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How to Solve a Small Business Cash Flow Crunch

Posted by Erin Feldman
Erin Feldman
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How to Solve a Small Business Cash Flow Crunch

A cash flow crunch can happen to any small business owner, including you. When an invoice goes unpaid or sales dwindle during the off-season, cash can get tight. Your accounts receivables might report positive numbers. The profit and loss (P&L) statement could even show you’re on a growth trajectory. But those numbers don’t matter if you can’t meet the day-to-day costs of operating the business.

Fortunately, you’re not alone. Small businesses face the cash flow crunch all the time. JP Morgan’s recent analysis of the bank accounts of almost 600,000 small businesses found that they maintain an average daily cash inflow of $381 and a daily outflow of $374. That’s a very small margin.

Research firm CB Insights offers some insights into the issue. Their recent report on cash flow problems focuses primarily on the startup realm. However, the findings hold relevance for traditional small businesses, too.


Top 10 Reasons Businesses Fail

At least two of those reasons relate directly to cash flow issues while the others relate more-or-less indirectly. A different study, this one from Statistic Brain, looks  more closely at cash flow crunches. The company finds that most small business failures (46 percent) can be attributed to cash flow.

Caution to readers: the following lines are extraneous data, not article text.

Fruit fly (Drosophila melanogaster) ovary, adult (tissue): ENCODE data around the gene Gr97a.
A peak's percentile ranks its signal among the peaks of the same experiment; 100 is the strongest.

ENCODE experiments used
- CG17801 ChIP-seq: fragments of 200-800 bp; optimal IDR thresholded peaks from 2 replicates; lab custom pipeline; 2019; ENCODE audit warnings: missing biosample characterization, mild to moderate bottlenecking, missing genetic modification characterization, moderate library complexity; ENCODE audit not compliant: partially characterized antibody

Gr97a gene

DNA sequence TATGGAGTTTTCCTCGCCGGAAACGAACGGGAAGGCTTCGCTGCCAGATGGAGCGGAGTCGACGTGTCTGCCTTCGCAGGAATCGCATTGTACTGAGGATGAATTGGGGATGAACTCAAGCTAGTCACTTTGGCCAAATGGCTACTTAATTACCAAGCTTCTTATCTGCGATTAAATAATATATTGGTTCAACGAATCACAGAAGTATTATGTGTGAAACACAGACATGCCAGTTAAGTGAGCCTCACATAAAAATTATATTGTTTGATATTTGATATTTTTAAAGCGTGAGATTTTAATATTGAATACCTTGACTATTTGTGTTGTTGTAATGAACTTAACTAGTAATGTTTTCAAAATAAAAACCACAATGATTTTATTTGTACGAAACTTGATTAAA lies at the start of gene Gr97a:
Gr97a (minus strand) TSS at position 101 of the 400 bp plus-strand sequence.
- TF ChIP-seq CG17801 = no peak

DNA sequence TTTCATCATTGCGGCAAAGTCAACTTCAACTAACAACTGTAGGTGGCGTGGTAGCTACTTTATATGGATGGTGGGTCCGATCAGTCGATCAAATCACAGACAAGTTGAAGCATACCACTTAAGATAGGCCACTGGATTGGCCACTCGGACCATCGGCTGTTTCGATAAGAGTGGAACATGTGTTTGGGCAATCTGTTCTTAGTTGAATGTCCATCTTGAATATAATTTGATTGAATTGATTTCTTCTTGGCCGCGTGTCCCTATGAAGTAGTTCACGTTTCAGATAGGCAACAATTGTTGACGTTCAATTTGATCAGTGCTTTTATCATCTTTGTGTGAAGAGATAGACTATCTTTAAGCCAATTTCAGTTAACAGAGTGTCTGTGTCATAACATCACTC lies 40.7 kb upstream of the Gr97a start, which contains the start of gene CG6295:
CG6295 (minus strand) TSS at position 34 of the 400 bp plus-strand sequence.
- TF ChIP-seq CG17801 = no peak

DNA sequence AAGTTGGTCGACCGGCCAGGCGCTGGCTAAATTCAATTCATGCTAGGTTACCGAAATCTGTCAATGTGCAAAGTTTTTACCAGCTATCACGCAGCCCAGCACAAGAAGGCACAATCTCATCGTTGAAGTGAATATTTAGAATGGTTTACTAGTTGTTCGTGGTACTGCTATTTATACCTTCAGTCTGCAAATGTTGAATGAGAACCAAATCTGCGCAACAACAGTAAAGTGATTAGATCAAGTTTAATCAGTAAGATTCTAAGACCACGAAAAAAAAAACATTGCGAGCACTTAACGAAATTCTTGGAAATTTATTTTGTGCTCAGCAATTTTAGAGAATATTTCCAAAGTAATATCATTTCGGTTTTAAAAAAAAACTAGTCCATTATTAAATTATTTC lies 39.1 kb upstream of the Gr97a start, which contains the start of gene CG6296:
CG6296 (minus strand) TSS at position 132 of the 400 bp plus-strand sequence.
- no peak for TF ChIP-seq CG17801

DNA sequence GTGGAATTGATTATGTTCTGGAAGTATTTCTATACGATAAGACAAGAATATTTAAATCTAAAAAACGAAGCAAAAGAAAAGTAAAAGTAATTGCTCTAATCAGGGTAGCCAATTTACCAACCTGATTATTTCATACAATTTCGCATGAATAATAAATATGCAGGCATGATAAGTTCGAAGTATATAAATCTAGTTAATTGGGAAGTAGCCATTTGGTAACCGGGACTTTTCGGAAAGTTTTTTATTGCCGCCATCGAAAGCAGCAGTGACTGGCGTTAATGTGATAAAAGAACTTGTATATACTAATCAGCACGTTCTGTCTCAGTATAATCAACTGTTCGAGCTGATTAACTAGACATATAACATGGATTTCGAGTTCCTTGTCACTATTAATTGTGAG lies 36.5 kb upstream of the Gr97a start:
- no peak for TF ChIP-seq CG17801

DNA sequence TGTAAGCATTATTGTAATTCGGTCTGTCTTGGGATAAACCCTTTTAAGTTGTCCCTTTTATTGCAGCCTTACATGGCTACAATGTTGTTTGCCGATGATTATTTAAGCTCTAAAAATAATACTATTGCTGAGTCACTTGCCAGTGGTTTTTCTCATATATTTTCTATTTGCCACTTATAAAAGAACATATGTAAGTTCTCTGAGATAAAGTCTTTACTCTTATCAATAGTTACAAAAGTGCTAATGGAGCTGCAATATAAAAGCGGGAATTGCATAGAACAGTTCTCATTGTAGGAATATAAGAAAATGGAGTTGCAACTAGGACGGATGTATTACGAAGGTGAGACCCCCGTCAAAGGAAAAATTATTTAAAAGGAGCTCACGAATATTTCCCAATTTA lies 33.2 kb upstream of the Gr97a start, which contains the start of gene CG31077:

Top 6 Cash Flow Problems Leading to Small Business Failure
Top 6 Cash Flow Problems Leading to Small Business Failure

But statistics only demonstrate the problem. They don’t necessarily describe the other effects of poor cash flow, nor do they provide great assistance in solving it.

But help is to be had. If you’re currently struggling with a cash flow crunch or want to avoid one, read on. You’ll learn about common cash flow problems and solutions here.

 Related: 22 Times You Could Really Use a Merchant Cash Advance

What are the Effects of Poor Cash Flow?

Poor cash flow obviously impacts your ability to conduct business. Bills might go unpaid, or — worst-case scenario — the doors might shutter. But cash flow issues can affect your business in other ways, too. Here are a couple of them.

  • Unpaid bills. You probably guessed this effect from the moment the question was asked. When your invoices go unpaid, you can’t pay suppliers, your rent (or mortgage), or other vendors.
  • Poor credit scores. Paying bills on time improves credit scores. Conversely, the more often you fall behind on your payments, the more your credit score suffers.
  • Reputational damage. If word gets out about your lack of cash, it can damage your business’ public image and perhaps your personal reputation as well. Here’s an example: the furniture store with the perpetual closing sale. Selling off inventory is one thing; selling it for months on end hints at a potential inventory or accounts payable problem.